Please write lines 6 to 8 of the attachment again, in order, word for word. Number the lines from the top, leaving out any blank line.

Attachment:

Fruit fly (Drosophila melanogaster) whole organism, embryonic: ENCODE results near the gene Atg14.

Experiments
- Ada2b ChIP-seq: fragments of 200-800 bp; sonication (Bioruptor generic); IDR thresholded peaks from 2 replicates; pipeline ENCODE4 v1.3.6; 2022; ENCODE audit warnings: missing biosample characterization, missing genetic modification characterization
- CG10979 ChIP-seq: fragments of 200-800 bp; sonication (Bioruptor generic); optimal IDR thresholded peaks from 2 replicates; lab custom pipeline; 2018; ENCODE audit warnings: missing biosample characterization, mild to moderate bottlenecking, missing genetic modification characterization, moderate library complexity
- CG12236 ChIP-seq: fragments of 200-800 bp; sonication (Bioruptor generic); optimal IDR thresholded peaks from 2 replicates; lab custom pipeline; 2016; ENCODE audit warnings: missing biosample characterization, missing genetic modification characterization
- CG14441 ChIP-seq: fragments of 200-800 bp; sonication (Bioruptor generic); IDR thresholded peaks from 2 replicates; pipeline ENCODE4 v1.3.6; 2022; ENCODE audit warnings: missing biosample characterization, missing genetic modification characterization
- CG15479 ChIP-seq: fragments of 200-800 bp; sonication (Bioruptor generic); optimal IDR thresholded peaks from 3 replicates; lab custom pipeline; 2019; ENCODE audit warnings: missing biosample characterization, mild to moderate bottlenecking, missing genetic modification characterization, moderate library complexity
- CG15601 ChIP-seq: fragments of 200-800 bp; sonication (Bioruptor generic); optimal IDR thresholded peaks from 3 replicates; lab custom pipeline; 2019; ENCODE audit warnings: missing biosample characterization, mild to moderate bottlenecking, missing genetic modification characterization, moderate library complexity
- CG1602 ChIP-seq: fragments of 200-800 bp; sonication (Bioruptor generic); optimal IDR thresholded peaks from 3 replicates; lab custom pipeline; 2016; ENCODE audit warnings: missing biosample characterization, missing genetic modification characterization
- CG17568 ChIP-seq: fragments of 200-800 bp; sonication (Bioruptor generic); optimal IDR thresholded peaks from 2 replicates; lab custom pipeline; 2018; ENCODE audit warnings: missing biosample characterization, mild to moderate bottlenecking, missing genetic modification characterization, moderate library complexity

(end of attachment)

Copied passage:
- CG14441 ChIP-seq: fragments of 200-800 bp; sonication (Bioruptor generic); IDR thresholded peaks from 2 replicates; pipeline ENCODE4 v1.3.6; 2022; ENCODE audit warnings: missing biosample characterization, missing genetic modification characterization
- CG15479 ChIP-seq: fragments of 200-800 bp; sonication (Bioruptor generic); optimal IDR thresholded peaks from 3 replicates; lab custom pipeline; 2019; ENCODE audit warnings: missing biosample characterization, mild to moderate bottlenecking, missing genetic modification characterization, moderate library complexity
- CG15601 ChIP-seq: fragments of 200-800 bp; sonication (Bioruptor generic); optimal IDR thresholded peaks from 3 replicates; lab custom pipeline; 2019; ENCODE audit warnings: missing biosample characterization, mild to moderate bottlenecking, missing genetic modification characterization, moderate library complexity